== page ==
; Ballad Index
Martyn Wyndham-Read, Phyl Vinnicombe, and Peter Dickie sang 'Ard Tack in 1967 on their album Bullockies, Bushwackers & Booze. They commented:
'Ard Tack was recorded at the home of Mr. Jack Davies, a pioneer soldier-settler of the Leeton District on the Murrumbidgee. He says he didn't write it, but distinctly remembers being sober the day it was written. A song any shearer would relish, particularly on that section of the Murrumbidgee where grapes and sheep are grown side by side.
Martyn Wyndham-Read sang Hard Tack in 1971 on the Topic album The Great Australian Legend. A.L. Lloyd wrote in the album's sleevenotes:
Published in John Fahey's Favourite Australian Ballads (1965), as “recorded at the home of Mr Jack Davies, a pioneer soldier-settler of the Leeton district on the Murrumbidgee, NSW”.
and in the accompanying booklet:
Already in the nineteenth century, in South Australia and Victoria, vineyards were being planted, mostly by German settlers. And notably in the period between the World Wars, with the establishment on Murrumbidgee Irritation Area, the orchard and vineyard districts of New South Wales began to spread and encroach on regions that formerly had been devoted to sheep. To their astonishment, shearers found themselves drinking wine instead of their famed staple beverage, beer. The culture collision between vineyard and sheep land, wine and beer, is well expressed in the Hard Tack song.
Gerry Hallom sang 'Ard Tack on his 1981 Fellside album Travellin' Down the Castlereagh.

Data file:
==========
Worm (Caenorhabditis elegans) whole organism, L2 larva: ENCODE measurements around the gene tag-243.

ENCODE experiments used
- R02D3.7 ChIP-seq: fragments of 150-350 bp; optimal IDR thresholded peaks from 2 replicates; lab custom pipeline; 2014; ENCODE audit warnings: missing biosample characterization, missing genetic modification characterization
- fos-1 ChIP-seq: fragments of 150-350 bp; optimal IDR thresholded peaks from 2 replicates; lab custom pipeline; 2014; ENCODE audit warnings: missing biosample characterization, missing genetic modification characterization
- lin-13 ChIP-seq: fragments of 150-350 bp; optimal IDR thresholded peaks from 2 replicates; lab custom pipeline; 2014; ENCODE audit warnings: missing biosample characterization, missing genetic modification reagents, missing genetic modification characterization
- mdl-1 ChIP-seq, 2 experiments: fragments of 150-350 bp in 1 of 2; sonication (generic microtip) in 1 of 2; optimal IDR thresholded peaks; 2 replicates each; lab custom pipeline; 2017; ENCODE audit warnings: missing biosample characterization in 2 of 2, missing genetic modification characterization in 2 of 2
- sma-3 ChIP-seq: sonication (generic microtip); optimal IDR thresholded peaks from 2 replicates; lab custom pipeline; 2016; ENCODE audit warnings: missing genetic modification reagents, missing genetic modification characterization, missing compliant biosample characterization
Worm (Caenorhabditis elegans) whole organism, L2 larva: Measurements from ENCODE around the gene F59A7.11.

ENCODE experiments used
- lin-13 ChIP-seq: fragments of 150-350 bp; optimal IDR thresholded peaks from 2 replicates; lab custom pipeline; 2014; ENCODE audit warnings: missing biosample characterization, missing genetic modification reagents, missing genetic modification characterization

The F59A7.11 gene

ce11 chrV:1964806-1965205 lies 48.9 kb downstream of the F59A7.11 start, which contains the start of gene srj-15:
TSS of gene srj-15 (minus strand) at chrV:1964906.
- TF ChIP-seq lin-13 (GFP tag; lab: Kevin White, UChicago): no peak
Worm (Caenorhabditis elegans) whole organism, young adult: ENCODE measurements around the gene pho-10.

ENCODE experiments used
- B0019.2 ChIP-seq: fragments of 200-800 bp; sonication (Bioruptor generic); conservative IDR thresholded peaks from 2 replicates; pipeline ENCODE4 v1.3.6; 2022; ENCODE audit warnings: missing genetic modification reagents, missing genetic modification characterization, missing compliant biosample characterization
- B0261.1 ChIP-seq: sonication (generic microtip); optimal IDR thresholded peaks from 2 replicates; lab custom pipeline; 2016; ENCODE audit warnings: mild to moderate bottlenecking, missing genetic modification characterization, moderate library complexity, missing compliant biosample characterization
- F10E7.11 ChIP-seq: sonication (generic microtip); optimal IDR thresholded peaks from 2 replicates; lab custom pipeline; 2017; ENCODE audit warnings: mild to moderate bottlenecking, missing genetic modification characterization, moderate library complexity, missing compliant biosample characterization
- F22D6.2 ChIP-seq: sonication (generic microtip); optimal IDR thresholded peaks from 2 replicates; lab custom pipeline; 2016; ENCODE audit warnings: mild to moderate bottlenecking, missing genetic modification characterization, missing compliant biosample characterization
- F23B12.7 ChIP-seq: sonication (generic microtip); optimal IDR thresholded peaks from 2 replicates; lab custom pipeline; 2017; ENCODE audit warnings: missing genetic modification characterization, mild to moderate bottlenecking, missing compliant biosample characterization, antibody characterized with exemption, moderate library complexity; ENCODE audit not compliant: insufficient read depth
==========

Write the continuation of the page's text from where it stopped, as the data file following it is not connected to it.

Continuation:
Danny Spooner sang 'Ard Tack as the title track of his 2004 album of Australian songs of toil and reward, 'Ard Tack. He noted:
A good shearer would be expected to hand shear one hundred sheep in an eight-hour day. This shearer had hoped to start gently and break in his body and arms for work in the bigger sheds. However. in this particular shed he found complications! I got the song from John Lahey‘s little book Great Australian Folk Songs (Hill of Content, 1965).
Martyn Wyndham-Read sings 'Ard Tack
I'm a shearer, yes, I am, and I've shorn both sheep and lamb,
From the Wimmera to the Darling Downs and back.
And I've run a shed or two when the fleece was tough as glue,
But I'll tell you where I struck the 'ardest tack.
I was down round Yenda way, killin' time from day to day,
Till the big sheds started movin' further out,
When I met a bloke by chance that I summed up at a glance,
As a cocky from a vineyard round about.
Now it seems he picked me too—well, it wasn't hard to do,
'Cause I had me tongs a-hangin' at me hip.
“Well, I got a mob,” he said, “just about two hundred head,
And I'd give a ten pound note to get the clip.”
I says, “Right, I'll take the stand”, it meant gettin' in me hand,
And by nine o'clock we'd rounded up the mob
In a shed sunk in the ground with wine-casks all around;
And that was where I started on me job.
I goes easy for a bit whilst me hand was gettin' fit,
And by dinner time I'd done about a score,
With the cockie pickin' up, and handin' me a cup
Of pinkie after every sheep I shore.
Well, he had to go away about the seventh day,
After showin' me the kind of casks to use.
Then I'd do the pickin' up, and manipulate the cup,
Strollin' round them wine-casks just to pick and choose.
Then I'd stagger to the pen, grab a sheep and start again,
With a sound between an 'iccup and a sob,
And sometimes I'd fall asleep with me arms around a sheep,
Worn and weary from me over-arduous job.
And so six weeks went by, till one day, with a sigh,
I shoved the dear old cobbler through the door,
I gathered in the cocky's pay, and staggered on me way
From the hardest flamin' shed I'd ever shorn.